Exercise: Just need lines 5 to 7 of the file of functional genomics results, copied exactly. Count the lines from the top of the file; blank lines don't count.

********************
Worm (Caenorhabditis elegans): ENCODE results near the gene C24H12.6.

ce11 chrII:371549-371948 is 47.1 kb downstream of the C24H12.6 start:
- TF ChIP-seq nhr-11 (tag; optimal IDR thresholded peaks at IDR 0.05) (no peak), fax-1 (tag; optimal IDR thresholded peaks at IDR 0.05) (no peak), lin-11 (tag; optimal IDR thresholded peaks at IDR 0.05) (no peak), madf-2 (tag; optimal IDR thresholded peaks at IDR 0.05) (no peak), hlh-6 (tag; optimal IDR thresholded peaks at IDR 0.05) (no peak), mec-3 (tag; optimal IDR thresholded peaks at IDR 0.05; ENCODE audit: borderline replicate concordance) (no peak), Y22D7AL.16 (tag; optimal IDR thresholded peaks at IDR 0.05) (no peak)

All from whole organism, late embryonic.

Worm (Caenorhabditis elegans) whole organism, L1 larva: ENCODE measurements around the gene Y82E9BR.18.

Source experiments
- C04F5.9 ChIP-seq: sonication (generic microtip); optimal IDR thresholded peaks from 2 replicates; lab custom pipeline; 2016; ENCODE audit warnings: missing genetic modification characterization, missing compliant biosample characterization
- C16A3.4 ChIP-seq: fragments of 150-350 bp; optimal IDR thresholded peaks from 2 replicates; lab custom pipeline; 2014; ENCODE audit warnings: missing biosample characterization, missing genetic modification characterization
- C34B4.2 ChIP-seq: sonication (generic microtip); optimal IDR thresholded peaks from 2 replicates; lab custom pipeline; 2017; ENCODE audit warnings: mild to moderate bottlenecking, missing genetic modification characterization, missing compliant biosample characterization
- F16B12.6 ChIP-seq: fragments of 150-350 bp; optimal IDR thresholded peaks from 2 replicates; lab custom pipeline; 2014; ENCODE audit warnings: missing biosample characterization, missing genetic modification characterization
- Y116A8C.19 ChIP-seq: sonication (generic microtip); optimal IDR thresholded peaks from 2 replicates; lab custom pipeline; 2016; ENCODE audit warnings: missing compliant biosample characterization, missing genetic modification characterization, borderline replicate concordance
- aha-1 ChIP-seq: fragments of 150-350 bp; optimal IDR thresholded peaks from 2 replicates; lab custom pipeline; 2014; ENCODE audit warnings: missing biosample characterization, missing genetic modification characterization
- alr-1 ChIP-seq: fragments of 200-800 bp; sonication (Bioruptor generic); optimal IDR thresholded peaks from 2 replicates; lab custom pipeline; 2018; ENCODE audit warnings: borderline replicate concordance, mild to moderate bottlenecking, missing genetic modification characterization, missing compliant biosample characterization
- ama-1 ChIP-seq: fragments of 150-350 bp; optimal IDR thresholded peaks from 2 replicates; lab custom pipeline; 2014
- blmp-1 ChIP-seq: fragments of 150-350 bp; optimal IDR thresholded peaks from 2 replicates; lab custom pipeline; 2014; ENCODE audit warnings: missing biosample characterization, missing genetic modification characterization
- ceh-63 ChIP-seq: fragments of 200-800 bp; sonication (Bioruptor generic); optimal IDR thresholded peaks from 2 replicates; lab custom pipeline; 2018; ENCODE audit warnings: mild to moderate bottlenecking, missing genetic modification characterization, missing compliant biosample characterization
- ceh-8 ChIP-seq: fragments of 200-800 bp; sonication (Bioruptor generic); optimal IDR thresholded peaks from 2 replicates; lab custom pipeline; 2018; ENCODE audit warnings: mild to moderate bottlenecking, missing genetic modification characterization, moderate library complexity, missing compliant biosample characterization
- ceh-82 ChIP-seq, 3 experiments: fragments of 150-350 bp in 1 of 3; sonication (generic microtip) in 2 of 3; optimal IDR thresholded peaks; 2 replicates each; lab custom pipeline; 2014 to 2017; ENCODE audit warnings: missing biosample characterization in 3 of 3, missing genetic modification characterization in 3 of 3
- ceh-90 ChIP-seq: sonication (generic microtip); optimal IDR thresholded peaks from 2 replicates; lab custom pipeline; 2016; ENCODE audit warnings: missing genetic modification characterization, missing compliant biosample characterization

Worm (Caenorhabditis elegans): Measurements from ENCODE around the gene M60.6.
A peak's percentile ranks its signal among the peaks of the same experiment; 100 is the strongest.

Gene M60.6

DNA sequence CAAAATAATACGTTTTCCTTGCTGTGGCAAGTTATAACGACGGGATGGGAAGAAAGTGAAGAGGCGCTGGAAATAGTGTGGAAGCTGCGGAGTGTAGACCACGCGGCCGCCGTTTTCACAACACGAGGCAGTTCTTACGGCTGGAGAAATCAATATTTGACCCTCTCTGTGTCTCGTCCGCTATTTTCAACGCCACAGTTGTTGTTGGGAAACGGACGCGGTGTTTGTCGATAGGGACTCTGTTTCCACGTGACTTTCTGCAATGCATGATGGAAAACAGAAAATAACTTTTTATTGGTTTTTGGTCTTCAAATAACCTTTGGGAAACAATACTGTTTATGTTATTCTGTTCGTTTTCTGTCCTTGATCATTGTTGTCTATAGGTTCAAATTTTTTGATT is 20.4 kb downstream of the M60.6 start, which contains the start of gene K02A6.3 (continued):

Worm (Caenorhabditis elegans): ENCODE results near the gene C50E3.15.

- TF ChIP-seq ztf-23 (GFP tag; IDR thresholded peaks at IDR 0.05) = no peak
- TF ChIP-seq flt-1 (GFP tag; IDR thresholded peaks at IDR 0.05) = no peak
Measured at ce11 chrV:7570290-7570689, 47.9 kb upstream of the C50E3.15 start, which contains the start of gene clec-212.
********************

Worm (Caenorhabditis elegans) whole organism, L1 larva: ENCODE measurements around the gene Y82E9BR.18.

Source experiments
- C04F5.9 ChIP-seq: sonication (generic microtip); optimal IDR thresholded peaks from 2 replicates; lab custom pipeline; 2016; ENCODE audit warnings: missing genetic modification characterization, missing compliant biosample characterization